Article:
This is a close call but the patch does not appear to be sewn directly to the coat sleeve. Gen. Menoher was commanding general of Hawaiian Department from August 1924 to January 1925, and before that he commanded Hawaiian Division from February 1922 to August 1924, hence, he was in Hawaii at the dawn of the "No-So" era. The officer who invented the "No-So" system was under Gen. Menoher's command and it seems likely that this budding entrepreneur would have comped the general's orderly with a generous supply of "No-So" devices for promotional purposes.

Link to post
Share on other sites

Soldiers of the First Special Service Force wearing the red, white and blue shoulder cord.

 

The site where these pictures came from indicates the soldiers were Canadian and members of the Canadian Army but all of his insignia appears to be American. Was this standard?

 

http://www.firstspecialserviceforce.net/OJPedersen.html

 

I found the answer to my own question. According to this site http://www.canadiansoldiers.com/organization/specialforces/1ssf.htm, Canadians did typically wear American uniforms and insignia with the "U.S." collar devices being replaced by similar insignia reading "CANADA" instead as shown in the attached images. However, the third picture shows that some Canadian Force members did wear Canadian uniforms with the FSSF patch.

 

post-1761-0-51499400-1393200296.jpg

post-1761-0-11807000-1393200304.jpg

post-1761-0-99905500-1393200316.jpg

Link to post
Share on other sites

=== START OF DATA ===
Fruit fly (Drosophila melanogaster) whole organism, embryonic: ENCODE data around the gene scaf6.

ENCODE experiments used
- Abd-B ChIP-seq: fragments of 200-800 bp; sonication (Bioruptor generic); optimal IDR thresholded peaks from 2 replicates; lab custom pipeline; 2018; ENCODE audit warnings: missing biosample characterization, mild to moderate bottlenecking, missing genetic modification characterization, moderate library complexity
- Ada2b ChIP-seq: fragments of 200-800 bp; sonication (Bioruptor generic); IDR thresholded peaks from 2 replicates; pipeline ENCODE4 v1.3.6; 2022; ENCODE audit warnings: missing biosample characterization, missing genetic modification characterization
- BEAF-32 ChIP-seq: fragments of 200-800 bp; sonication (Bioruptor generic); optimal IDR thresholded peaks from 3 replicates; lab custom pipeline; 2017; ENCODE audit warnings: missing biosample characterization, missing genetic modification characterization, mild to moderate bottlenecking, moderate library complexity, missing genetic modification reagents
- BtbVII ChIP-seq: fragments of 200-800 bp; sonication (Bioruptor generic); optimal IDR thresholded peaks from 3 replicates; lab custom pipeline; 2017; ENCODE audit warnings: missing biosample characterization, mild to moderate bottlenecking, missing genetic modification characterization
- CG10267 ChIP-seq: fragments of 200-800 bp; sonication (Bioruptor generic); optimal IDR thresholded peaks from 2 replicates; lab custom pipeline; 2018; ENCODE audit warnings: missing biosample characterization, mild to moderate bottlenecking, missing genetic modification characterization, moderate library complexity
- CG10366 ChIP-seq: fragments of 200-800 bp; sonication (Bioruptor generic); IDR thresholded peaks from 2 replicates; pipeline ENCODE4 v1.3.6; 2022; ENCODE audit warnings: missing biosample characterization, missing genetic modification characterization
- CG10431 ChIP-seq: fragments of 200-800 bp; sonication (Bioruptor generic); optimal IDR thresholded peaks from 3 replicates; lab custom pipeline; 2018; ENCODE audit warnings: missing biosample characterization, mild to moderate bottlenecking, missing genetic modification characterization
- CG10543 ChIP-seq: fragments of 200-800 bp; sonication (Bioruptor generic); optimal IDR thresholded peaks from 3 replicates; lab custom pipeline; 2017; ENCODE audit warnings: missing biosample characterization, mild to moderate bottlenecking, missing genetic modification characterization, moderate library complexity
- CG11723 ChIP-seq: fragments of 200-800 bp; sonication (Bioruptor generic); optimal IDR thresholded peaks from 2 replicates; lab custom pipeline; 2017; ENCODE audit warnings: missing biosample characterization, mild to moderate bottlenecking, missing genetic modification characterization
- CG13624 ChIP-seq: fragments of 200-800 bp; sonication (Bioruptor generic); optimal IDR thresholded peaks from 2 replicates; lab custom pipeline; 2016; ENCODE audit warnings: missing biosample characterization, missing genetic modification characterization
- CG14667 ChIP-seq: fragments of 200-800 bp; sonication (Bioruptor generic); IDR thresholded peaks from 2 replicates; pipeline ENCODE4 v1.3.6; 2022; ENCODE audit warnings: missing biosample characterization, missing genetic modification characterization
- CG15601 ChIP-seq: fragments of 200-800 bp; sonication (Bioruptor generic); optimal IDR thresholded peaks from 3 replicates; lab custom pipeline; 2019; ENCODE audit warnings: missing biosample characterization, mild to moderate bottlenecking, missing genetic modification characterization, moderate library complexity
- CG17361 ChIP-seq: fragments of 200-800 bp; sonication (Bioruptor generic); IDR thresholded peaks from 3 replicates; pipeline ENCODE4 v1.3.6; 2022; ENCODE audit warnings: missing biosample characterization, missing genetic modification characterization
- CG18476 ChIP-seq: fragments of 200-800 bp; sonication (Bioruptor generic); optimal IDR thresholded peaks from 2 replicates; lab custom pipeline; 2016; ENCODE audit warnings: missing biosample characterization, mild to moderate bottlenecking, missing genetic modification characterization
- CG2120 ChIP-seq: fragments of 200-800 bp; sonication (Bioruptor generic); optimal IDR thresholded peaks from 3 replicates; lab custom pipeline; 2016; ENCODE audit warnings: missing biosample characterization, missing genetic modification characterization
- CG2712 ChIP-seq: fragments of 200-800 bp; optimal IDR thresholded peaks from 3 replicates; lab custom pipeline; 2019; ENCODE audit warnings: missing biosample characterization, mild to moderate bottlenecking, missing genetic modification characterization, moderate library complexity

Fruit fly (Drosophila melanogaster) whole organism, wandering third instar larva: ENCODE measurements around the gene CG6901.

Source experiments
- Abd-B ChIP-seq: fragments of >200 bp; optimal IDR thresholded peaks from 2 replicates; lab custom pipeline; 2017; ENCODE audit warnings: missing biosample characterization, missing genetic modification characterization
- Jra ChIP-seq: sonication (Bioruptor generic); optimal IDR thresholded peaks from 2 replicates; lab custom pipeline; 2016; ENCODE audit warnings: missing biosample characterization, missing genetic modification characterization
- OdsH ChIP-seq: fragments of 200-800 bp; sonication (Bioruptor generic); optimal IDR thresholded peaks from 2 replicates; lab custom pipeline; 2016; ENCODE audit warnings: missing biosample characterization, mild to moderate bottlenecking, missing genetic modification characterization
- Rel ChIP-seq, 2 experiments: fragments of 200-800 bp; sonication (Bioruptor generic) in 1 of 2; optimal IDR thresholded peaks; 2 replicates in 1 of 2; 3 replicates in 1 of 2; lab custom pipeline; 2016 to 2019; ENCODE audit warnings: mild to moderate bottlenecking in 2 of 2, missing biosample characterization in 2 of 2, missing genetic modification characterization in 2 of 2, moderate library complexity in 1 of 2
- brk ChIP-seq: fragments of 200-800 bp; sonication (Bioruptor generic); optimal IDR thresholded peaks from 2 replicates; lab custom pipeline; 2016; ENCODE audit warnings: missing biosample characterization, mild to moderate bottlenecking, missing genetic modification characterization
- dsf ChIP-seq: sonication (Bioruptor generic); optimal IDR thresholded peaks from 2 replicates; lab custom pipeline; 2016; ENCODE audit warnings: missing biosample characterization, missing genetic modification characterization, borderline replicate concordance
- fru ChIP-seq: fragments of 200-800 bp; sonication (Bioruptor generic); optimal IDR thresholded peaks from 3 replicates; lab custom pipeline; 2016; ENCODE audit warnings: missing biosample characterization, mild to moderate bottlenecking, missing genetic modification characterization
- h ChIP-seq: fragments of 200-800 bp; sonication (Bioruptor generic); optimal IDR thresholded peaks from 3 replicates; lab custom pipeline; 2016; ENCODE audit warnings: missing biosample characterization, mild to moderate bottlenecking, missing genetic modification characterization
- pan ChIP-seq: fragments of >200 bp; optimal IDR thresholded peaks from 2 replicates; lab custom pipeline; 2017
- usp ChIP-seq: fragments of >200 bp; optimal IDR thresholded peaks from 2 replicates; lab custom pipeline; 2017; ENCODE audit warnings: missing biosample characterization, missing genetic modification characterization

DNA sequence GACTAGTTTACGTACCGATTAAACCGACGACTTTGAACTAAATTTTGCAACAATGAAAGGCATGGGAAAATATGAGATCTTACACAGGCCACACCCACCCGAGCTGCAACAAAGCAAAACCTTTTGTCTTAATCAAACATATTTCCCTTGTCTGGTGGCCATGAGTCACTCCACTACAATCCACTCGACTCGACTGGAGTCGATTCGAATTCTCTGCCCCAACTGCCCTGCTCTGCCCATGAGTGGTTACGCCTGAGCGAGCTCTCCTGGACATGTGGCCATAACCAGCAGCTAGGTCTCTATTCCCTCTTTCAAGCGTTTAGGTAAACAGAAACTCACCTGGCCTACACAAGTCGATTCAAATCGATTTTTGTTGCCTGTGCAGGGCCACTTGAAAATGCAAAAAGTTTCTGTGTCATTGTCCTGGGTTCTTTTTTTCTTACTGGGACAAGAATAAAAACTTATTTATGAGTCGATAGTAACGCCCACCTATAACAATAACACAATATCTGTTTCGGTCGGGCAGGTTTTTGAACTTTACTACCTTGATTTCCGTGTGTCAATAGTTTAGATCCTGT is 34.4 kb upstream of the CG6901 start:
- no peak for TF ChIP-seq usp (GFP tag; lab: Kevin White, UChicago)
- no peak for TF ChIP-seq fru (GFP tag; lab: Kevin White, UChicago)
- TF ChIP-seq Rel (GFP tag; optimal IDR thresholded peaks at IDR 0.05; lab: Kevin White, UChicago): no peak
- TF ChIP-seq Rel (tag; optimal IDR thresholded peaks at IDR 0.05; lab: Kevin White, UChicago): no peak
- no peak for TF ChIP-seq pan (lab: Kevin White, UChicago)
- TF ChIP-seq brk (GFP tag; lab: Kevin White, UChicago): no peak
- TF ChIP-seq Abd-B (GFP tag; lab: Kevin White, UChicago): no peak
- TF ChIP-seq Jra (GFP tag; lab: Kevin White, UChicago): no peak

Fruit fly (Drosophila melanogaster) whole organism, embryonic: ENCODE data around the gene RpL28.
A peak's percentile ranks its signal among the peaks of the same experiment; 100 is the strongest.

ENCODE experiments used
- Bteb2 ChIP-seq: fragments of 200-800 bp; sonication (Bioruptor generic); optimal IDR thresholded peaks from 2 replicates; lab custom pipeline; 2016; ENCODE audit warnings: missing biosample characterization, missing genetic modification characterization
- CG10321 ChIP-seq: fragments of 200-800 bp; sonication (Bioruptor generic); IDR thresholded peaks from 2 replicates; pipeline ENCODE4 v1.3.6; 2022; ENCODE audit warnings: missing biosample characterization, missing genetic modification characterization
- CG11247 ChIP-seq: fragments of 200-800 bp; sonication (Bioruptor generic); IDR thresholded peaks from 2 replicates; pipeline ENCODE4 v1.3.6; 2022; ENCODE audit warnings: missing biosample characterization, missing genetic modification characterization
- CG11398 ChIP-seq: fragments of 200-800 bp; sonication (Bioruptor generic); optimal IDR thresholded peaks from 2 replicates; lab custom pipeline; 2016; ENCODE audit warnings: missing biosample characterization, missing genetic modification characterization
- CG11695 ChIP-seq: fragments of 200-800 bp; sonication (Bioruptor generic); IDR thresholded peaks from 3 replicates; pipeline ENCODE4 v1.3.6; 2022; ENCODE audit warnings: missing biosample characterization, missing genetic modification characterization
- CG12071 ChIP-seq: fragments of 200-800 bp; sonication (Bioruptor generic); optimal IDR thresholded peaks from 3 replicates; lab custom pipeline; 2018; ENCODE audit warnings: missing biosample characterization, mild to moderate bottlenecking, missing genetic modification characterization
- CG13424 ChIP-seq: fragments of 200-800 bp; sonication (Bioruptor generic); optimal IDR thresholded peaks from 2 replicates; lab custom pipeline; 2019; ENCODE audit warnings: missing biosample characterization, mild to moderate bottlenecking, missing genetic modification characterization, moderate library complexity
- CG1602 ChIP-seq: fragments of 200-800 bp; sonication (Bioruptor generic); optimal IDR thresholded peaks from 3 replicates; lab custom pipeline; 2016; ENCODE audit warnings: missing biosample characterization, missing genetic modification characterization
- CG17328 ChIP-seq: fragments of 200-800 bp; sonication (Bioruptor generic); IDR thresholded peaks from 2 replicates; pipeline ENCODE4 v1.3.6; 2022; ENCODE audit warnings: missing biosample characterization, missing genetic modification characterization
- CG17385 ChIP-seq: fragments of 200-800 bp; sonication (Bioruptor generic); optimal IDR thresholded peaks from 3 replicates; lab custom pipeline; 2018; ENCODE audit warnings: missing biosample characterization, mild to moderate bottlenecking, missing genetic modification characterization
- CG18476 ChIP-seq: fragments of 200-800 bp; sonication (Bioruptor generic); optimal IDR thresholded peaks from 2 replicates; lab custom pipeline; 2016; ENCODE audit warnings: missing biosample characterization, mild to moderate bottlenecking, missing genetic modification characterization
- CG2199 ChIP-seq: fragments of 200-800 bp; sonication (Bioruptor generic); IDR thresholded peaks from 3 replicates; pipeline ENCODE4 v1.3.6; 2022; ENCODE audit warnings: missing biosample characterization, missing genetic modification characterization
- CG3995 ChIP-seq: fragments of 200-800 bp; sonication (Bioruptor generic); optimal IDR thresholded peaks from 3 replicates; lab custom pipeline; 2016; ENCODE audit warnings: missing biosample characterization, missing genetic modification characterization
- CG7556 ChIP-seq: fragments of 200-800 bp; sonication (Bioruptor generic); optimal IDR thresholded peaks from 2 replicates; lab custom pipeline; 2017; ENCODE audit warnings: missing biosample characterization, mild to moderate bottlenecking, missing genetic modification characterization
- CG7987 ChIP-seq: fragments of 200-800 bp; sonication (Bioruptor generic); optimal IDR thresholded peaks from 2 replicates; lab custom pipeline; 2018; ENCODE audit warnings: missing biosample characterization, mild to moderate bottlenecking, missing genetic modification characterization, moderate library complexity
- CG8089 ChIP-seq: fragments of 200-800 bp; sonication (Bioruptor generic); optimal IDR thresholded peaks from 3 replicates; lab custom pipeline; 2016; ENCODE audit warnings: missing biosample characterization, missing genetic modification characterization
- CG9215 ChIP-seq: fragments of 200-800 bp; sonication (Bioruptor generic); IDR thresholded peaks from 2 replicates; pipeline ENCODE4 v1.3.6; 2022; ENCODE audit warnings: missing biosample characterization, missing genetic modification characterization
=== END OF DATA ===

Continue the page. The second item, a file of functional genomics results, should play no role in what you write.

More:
post-1761-0-99905500-1393200316.jpg

An interesting one, what's the badges on the upper collar? Also could this be a photo taken after the unit was disbanded in late 1944, and this officer back in Canadian service?

Link to post
Share on other sites

The collar insignia (for officers) go with the Canadian Parachute Corps cap badge. It is a hand with a dagger issuing from a cloud, with EX COELIS motto (From the Skies)...still/again used in recent years.

 

Other than that, this is an interesting picture. When and where was it taken and is the name of the subject known? THe CPC was a "War Service Only" (WSO) unit, with no pre-war existence, no immediate existence after the war. Before going overseas Canadians in the Force wore their PARENT (non-WSO) regimental badges -- but by that time they were wearing US clothing (even officers). Was this taken perhaps back home in Canada, AFTER the Force was broken up and maybe post-VE Day?

Link to post
Share on other sites

The collar insignia (for officers) go with the Canadian Parachute Corps cap badge. It is a hand with a dagger issuing from a cloud, with EX COELIS motto (From the Skies)...still/again used in recent years.

 

Other than that, this is an interesting picture. When and where was it taken and is the name of the subject known? THe CPC was a "War Service Only" (WSO) unit, with no pre-war existence, no immediate existence after the war. Before going overseas Canadians in the Force wore their PARENT (non-WSO) regimental badges -- but by that time they were wearing US clothing (even officers). Was this taken perhaps back home in Canada, AFTER the Force was broken up and maybe post-VE Day?

Thank You John.

Link to post
Share on other sites

Create an account or sign in to comment

You need to be a member in order to leave a comment

Create an account

Sign up for a new account in our community. It's easy!

Register a new account

Sign in

Already have an account? Sign in here.

Sign In Now
×
×
  • Create New...

Important Information

By using this site, you agree to our Terms of Use.